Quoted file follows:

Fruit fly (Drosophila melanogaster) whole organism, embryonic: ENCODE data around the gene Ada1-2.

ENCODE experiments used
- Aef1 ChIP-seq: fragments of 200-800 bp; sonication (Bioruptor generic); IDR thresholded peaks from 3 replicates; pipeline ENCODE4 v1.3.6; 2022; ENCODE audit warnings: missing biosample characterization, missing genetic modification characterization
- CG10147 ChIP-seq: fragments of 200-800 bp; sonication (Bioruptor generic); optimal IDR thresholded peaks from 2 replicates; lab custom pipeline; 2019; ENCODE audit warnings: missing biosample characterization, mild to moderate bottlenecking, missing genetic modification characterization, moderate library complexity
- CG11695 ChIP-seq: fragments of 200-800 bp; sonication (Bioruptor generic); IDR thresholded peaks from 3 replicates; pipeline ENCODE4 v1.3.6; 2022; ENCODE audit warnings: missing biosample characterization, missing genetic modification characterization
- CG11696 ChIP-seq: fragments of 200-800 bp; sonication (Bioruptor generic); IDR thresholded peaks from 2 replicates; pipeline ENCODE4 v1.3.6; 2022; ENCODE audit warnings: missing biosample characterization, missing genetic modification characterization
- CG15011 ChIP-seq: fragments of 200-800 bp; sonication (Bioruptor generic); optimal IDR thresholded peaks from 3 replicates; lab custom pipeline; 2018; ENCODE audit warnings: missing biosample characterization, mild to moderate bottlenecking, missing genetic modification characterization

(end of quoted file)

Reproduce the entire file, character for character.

Fruit fly (Drosophila melanogaster) whole organism, embryonic: ENCODE data around the gene Ada1-2.

ENCODE experiments used
- Aef1 ChIP-seq: fragments of 200-800 bp; sonication (Bioruptor generic); IDR thresholded peaks from 3 replicates; pipeline ENCODE4 v1.3.6; 2022; ENCODE audit warnings: missing biosample characterization, missing genetic modification characterization
- CG10147 ChIP-seq: fragments of 200-800 bp; sonication (Bioruptor generic); optimal IDR thresholded peaks from 2 replicates; lab custom pipeline; 2019; ENCODE audit warnings: missing biosample characterization, mild to moderate bottlenecking, missing genetic modification characterization, moderate library complexity
- CG11695 ChIP-seq: fragments of 200-800 bp; sonication (Bioruptor generic); IDR thresholded peaks from 3 replicates; pipeline ENCODE4 v1.3.6; 2022; ENCODE audit warnings: missing biosample characterization, missing genetic modification characterization
- CG11696 ChIP-seq: fragments of 200-800 bp; sonication (Bioruptor generic); IDR thresholded peaks from 2 replicates; pipeline ENCODE4 v1.3.6; 2022; ENCODE audit warnings: missing biosample characterization, missing genetic modification characterization
- CG15011 ChIP-seq: fragments of 200-800 bp; sonication (Bioruptor generic); optimal IDR thresholded peaks from 3 replicates; lab custom pipeline; 2018; ENCODE audit warnings: missing biosample characterization, mild to moderate bottlenecking, missing genetic modification characterization